This paper introduces a novel concept in Scholem’s early work on translation: the idea of Jewish love. Drawing on close readings of his reflections surrounding his translation of the Yiddish Jiskor anthology (1917/18) and his Song of Songs translation (1915–17), I demonstrate that the theory and practice of translation in Scholem’s early work are inseparable from both his metaphysical conception of the Hebrew language and his linguistic idea of Jewishness. I then argue that in order to fully understand Walter Benjamin’s influence on Scholem’s translation theory, the notion of Jewish love must be taken into account: both Benjmin and Scholem correlate their notions of translation and love, but my comparison shows that their respective language theories lead them to opposite conclusions about the role of love in the act of translation. While Benjamin is interested in translation as a language of love, which is made possible by a general notion of translatability, Scholem concentrates on the untranslatability of Jewishness.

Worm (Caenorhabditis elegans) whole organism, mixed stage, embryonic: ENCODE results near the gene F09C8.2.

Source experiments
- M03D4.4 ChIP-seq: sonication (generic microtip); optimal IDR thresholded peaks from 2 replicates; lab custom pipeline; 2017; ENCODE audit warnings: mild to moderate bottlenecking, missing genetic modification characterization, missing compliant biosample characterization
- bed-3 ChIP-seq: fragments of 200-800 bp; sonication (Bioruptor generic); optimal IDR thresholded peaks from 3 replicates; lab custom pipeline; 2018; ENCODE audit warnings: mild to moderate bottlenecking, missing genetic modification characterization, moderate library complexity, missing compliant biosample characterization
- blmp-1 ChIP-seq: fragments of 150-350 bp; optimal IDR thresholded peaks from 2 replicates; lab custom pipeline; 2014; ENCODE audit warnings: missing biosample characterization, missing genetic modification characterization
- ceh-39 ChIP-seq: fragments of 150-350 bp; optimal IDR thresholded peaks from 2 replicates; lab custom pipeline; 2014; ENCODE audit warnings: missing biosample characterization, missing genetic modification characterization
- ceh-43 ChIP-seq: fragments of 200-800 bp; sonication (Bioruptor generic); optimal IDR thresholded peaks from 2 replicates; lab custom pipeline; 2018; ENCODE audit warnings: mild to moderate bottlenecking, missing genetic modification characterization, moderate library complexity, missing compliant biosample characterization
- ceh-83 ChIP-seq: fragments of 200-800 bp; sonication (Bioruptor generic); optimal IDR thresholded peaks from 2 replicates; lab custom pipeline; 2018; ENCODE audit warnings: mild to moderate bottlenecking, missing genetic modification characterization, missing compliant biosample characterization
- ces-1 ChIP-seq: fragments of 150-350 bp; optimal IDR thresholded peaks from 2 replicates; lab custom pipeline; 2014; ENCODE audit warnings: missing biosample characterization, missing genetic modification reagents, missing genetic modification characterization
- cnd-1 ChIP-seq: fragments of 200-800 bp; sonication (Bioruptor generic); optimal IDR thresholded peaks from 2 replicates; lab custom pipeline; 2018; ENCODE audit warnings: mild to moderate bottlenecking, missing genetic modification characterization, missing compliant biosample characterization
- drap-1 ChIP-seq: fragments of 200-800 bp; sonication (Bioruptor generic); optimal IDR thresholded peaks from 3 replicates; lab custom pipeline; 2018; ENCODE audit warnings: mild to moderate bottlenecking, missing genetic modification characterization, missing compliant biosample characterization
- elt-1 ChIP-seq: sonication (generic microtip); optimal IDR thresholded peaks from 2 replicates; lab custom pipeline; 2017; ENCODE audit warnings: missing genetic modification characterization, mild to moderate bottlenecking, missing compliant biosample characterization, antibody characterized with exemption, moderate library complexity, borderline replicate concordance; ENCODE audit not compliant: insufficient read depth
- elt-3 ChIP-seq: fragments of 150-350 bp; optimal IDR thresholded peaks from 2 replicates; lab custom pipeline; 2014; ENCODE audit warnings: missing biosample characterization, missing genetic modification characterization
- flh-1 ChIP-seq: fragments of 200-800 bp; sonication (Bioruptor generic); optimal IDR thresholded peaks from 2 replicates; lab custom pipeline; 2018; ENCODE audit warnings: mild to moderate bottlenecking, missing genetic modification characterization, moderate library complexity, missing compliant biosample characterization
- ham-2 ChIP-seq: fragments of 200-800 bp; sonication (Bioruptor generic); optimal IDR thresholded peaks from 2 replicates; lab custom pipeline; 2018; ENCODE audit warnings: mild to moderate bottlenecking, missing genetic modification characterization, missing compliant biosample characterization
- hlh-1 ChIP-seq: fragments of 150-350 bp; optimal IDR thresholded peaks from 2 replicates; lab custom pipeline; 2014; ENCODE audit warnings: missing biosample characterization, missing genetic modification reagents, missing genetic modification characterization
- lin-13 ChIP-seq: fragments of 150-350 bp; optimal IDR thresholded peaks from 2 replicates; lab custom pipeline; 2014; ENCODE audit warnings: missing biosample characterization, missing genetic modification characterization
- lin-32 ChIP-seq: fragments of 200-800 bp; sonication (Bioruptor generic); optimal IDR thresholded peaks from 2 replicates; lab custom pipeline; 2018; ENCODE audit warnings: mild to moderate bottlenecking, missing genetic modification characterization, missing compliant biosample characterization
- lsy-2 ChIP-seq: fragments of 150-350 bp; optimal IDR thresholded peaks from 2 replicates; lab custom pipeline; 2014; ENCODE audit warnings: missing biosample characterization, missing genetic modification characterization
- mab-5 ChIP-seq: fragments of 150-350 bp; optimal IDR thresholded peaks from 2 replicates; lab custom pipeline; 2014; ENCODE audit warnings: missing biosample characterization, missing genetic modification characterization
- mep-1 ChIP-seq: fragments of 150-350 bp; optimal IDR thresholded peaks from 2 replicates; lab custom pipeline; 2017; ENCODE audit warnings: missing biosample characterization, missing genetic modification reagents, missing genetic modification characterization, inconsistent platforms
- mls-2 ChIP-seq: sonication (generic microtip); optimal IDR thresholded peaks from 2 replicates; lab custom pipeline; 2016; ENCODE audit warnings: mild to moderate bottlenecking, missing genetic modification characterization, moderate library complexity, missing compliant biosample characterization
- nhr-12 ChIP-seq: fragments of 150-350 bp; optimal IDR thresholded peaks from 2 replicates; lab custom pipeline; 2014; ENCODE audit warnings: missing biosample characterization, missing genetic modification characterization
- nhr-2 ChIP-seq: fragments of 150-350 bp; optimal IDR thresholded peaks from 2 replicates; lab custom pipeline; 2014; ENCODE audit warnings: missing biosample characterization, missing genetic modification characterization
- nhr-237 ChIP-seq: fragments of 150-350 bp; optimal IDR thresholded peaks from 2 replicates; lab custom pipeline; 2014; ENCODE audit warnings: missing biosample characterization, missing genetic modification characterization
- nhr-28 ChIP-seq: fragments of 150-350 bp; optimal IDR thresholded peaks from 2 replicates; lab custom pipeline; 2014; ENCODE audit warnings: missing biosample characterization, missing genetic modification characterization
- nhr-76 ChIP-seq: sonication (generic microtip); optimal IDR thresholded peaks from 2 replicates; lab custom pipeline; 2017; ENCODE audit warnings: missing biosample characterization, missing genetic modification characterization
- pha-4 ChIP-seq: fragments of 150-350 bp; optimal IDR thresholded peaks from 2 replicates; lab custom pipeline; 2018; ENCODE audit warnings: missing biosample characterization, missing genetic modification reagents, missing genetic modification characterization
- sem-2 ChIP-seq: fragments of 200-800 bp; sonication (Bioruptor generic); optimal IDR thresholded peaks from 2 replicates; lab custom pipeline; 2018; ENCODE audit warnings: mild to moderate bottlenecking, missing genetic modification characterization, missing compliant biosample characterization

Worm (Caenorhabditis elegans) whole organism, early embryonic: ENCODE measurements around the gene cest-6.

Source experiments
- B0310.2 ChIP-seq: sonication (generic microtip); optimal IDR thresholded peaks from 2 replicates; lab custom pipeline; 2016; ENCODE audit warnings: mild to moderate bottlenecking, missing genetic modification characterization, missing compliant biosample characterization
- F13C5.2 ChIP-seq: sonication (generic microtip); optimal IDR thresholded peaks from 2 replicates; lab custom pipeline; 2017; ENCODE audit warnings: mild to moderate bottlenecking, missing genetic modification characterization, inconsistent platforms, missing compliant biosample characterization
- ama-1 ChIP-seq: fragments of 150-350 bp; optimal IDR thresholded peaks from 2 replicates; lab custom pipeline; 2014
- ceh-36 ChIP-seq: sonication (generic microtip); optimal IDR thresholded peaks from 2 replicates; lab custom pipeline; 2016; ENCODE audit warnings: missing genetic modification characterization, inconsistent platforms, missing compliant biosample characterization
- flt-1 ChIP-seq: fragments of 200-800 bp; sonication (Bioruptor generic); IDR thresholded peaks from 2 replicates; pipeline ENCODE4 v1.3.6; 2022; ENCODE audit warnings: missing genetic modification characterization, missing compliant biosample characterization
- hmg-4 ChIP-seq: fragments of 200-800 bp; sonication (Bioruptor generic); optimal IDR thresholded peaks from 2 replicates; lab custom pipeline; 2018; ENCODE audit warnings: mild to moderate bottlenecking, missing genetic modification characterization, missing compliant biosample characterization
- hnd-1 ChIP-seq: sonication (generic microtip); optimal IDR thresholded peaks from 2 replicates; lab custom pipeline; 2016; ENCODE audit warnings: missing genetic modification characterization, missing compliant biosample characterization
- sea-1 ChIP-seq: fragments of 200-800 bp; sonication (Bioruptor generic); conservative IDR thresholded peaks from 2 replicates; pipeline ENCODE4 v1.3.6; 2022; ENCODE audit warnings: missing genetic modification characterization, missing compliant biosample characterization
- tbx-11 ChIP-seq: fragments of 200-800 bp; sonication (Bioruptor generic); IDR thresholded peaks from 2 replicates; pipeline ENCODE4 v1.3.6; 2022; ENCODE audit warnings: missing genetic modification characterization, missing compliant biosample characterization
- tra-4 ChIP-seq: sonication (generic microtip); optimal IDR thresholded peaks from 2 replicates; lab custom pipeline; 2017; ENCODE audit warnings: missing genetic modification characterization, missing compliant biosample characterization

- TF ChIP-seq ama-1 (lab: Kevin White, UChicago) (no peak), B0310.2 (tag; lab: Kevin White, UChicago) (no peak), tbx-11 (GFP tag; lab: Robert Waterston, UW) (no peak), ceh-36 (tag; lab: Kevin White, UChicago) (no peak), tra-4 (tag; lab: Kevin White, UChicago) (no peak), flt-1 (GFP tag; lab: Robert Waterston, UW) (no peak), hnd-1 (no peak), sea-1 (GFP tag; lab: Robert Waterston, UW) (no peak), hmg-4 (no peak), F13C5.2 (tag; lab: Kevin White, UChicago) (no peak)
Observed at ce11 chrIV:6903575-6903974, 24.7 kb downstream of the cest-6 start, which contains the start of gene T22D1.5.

© 2015 by Walter de Gruyter Berlin Boston